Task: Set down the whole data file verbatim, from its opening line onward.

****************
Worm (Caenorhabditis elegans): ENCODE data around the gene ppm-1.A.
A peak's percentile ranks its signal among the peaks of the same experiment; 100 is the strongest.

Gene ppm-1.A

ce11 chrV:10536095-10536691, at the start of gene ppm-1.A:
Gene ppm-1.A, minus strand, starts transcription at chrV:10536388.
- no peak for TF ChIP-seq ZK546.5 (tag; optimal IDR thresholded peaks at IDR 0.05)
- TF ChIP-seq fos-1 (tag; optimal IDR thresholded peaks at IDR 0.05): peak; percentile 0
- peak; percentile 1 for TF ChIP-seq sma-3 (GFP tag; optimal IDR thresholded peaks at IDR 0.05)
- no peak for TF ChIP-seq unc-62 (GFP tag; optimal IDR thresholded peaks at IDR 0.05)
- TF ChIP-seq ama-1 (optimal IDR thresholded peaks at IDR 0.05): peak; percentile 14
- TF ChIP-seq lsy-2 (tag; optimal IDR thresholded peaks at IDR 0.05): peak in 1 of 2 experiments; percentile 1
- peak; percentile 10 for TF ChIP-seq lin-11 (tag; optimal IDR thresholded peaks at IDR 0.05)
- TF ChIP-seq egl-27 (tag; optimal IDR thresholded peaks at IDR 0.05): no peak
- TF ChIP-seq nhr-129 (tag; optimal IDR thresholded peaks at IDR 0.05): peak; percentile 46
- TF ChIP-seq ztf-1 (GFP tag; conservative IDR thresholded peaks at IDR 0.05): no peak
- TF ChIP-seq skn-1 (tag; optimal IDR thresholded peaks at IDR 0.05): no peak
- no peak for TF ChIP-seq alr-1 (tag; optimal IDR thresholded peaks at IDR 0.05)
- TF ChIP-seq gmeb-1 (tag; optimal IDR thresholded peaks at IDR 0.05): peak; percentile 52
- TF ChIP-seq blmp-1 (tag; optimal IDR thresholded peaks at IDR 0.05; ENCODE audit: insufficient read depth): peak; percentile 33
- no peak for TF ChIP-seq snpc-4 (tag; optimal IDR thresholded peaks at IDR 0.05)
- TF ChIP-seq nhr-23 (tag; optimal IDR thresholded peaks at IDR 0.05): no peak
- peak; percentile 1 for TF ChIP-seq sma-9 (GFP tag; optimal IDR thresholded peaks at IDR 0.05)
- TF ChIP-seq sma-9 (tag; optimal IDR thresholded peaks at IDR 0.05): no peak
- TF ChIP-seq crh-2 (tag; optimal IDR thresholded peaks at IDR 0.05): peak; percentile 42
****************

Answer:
Worm (Caenorhabditis elegans): ENCODE data around the gene ppm-1.A.
A peak's percentile ranks its signal among the peaks of the same experiment; 100 is the strongest.

Gene ppm-1.A

ce11 chrV:10536095-10536691, at the start of gene ppm-1.A:
Gene ppm-1.A, minus strand, starts transcription at chrV:10536388.
- no peak for TF ChIP-seq ZK546.5 (tag; optimal IDR thresholded peaks at IDR 0.05)
- TF ChIP-seq fos-1 (tag; optimal IDR thresholded peaks at IDR 0.05): peak; percentile 0
- peak; percentile 1 for TF ChIP-seq sma-3 (GFP tag; optimal IDR thresholded peaks at IDR 0.05)
- no peak for TF ChIP-seq unc-62 (GFP tag; optimal IDR thresholded peaks at IDR 0.05)
- TF ChIP-seq ama-1 (optimal IDR thresholded peaks at IDR 0.05): peak; percentile 14
- TF ChIP-seq lsy-2 (tag; optimal IDR thresholded peaks at IDR 0.05): peak in 1 of 2 experiments; percentile 1
- peak; percentile 10 for TF ChIP-seq lin-11 (tag; optimal IDR thresholded peaks at IDR 0.05)
- TF ChIP-seq egl-27 (tag; optimal IDR thresholded peaks at IDR 0.05): no peak
- TF ChIP-seq nhr-129 (tag; optimal IDR thresholded peaks at IDR 0.05): peak; percentile 46
- TF ChIP-seq ztf-1 (GFP tag; conservative IDR thresholded peaks at IDR 0.05): no peak
- TF ChIP-seq skn-1 (tag; optimal IDR thresholded peaks at IDR 0.05): no peak
- no peak for TF ChIP-seq alr-1 (tag; optimal IDR thresholded peaks at IDR 0.05)
- TF ChIP-seq gmeb-1 (tag; optimal IDR thresholded peaks at IDR 0.05): peak; percentile 52
- TF ChIP-seq blmp-1 (tag; optimal IDR thresholded peaks at IDR 0.05; ENCODE audit: insufficient read depth): peak; percentile 33
- no peak for TF ChIP-seq snpc-4 (tag; optimal IDR thresholded peaks at IDR 0.05)
- TF ChIP-seq nhr-23 (tag; optimal IDR thresholded peaks at IDR 0.05): no peak
- peak; percentile 1 for TF ChIP-seq sma-9 (GFP tag; optimal IDR thresholded peaks at IDR 0.05)
- TF ChIP-seq sma-9 (tag; optimal IDR thresholded peaks at IDR 0.05): no peak
- TF ChIP-seq crh-2 (tag; optimal IDR thresholded peaks at IDR 0.05): peak; percentile 42